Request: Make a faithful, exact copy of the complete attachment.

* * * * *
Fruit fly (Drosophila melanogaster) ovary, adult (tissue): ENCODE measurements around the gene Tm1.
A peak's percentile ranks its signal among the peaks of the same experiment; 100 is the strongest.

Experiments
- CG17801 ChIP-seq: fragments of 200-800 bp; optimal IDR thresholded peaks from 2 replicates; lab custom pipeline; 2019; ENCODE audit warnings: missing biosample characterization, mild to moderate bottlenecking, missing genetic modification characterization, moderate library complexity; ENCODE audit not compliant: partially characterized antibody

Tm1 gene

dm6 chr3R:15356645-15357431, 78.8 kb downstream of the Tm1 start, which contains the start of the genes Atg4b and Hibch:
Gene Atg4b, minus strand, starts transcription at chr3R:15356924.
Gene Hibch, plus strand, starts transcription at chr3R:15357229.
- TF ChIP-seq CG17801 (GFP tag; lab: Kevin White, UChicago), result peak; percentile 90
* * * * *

Fruit fly (Drosophila melanogaster) ovary, adult (tissue): ENCODE measurements around the gene Tm1.
A peak's percentile ranks its signal among the peaks of the same experiment; 100 is the strongest.

Experiments
- CG17801 ChIP-seq: fragments of 200-800 bp; optimal IDR thresholded peaks from 2 replicates; lab custom pipeline; 2019; ENCODE audit warnings: missing biosample characterization, mild to moderate bottlenecking, missing genetic modification characterization, moderate library complexity; ENCODE audit not compliant: partially characterized antibody

Tm1 gene

dm6 chr3R:15356645-15357431, 78.8 kb downstream of the Tm1 start, which contains the start of the genes Atg4b and Hibch:
Gene Atg4b, minus strand, starts transcription at chr3R:15356924.
Gene Hibch, plus strand, starts transcription at chr3R:15357229.
- TF ChIP-seq CG17801 (GFP tag; lab: Kevin White, UChicago), result peak; percentile 90